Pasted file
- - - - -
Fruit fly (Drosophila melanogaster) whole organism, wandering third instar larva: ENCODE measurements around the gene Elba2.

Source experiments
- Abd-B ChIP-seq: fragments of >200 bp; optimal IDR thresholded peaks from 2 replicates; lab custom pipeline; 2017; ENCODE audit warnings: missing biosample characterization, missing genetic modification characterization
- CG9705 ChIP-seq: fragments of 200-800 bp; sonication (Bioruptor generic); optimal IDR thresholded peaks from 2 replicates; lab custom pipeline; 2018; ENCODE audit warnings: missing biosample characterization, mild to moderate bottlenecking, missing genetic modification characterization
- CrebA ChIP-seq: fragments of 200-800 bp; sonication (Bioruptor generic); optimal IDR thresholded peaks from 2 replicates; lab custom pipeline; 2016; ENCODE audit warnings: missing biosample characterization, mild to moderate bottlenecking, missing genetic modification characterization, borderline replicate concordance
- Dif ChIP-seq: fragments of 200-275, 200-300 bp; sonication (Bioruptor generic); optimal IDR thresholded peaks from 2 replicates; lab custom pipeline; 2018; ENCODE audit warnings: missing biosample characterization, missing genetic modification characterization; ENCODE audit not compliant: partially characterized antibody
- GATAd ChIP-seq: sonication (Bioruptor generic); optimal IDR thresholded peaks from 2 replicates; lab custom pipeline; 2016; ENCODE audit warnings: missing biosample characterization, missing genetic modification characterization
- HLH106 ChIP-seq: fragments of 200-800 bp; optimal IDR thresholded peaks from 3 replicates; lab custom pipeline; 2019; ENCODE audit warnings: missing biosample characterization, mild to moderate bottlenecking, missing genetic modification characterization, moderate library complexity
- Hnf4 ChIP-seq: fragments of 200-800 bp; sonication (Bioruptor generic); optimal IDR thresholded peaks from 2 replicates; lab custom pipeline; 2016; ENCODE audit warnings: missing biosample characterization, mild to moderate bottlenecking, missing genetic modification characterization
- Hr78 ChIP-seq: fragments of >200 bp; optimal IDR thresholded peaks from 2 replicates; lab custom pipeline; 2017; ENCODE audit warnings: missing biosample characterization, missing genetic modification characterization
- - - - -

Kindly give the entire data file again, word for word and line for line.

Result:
Fruit fly (Drosophila melanogaster) whole organism, wandering third instar larva: ENCODE measurements around the gene Elba2.

Source experiments
- Abd-B ChIP-seq: fragments of >200 bp; optimal IDR thresholded peaks from 2 replicates; lab custom pipeline; 2017; ENCODE audit warnings: missing biosample characterization, missing genetic modification characterization
- CG9705 ChIP-seq: fragments of 200-800 bp; sonication (Bioruptor generic); optimal IDR thresholded peaks from 2 replicates; lab custom pipeline; 2018; ENCODE audit warnings: missing biosample characterization, mild to moderate bottlenecking, missing genetic modification characterization
- CrebA ChIP-seq: fragments of 200-800 bp; sonication (Bioruptor generic); optimal IDR thresholded peaks from 2 replicates; lab custom pipeline; 2016; ENCODE audit warnings: missing biosample characterization, mild to moderate bottlenecking, missing genetic modification characterization, borderline replicate concordance
- Dif ChIP-seq: fragments of 200-275, 200-300 bp; sonication (Bioruptor generic); optimal IDR thresholded peaks from 2 replicates; lab custom pipeline; 2018; ENCODE audit warnings: missing biosample characterization, missing genetic modification characterization; ENCODE audit not compliant: partially characterized antibody
- GATAd ChIP-seq: sonication (Bioruptor generic); optimal IDR thresholded peaks from 2 replicates; lab custom pipeline; 2016; ENCODE audit warnings: missing biosample characterization, missing genetic modification characterization
- HLH106 ChIP-seq: fragments of 200-800 bp; optimal IDR thresholded peaks from 3 replicates; lab custom pipeline; 2019; ENCODE audit warnings: missing biosample characterization, mild to moderate bottlenecking, missing genetic modification characterization, moderate library complexity
- Hnf4 ChIP-seq: fragments of 200-800 bp; sonication (Bioruptor generic); optimal IDR thresholded peaks from 2 replicates; lab custom pipeline; 2016; ENCODE audit warnings: missing biosample characterization, mild to moderate bottlenecking, missing genetic modification characterization
- Hr78 ChIP-seq: fragments of >200 bp; optimal IDR thresholded peaks from 2 replicates; lab custom pipeline; 2017; ENCODE audit warnings: missing biosample characterization, missing genetic modification characterization